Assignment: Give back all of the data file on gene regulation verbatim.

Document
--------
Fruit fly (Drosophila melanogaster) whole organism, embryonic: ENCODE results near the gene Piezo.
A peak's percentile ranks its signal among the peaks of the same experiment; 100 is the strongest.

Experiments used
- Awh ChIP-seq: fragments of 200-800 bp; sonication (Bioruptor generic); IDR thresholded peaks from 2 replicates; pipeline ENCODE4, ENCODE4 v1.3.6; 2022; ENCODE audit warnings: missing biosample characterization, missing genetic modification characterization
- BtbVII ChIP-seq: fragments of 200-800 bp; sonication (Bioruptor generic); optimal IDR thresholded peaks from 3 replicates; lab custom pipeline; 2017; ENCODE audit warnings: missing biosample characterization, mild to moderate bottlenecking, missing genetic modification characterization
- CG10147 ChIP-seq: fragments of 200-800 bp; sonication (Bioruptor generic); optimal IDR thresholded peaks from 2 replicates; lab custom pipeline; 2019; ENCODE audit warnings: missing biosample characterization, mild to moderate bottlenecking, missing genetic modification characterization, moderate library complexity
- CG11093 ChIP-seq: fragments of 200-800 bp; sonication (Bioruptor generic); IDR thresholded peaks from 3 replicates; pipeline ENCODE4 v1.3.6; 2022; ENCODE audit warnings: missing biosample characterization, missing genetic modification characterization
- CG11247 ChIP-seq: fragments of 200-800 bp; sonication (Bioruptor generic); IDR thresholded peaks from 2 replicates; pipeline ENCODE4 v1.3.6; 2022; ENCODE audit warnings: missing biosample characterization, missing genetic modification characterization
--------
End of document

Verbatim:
Fruit fly (Drosophila melanogaster) whole organism, embryonic: ENCODE results near the gene Piezo.
A peak's percentile ranks its signal among the peaks of the same experiment; 100 is the strongest.

Experiments used
- Awh ChIP-seq: fragments of 200-800 bp; sonication (Bioruptor generic); IDR thresholded peaks from 2 replicates; pipeline ENCODE4, ENCODE4 v1.3.6; 2022; ENCODE audit warnings: missing biosample characterization, missing genetic modification characterization
- BtbVII ChIP-seq: fragments of 200-800 bp; sonication (Bioruptor generic); optimal IDR thresholded peaks from 3 replicates; lab custom pipeline; 2017; ENCODE audit warnings: missing biosample characterization, mild to moderate bottlenecking, missing genetic modification characterization
- CG10147 ChIP-seq: fragments of 200-800 bp; sonication (Bioruptor generic); optimal IDR thresholded peaks from 2 replicates; lab custom pipeline; 2019; ENCODE audit warnings: missing biosample characterization, mild to moderate bottlenecking, missing genetic modification characterization, moderate library complexity
- CG11093 ChIP-seq: fragments of 200-800 bp; sonication (Bioruptor generic); IDR thresholded peaks from 3 replicates; pipeline ENCODE4 v1.3.6; 2022; ENCODE audit warnings: missing biosample characterization, missing genetic modification characterization
- CG11247 ChIP-seq: fragments of 200-800 bp; sonication (Bioruptor generic); IDR thresholded peaks from 2 replicates; pipeline ENCODE4 v1.3.6; 2022; ENCODE audit warnings: missing biosample characterization, missing genetic modification characterization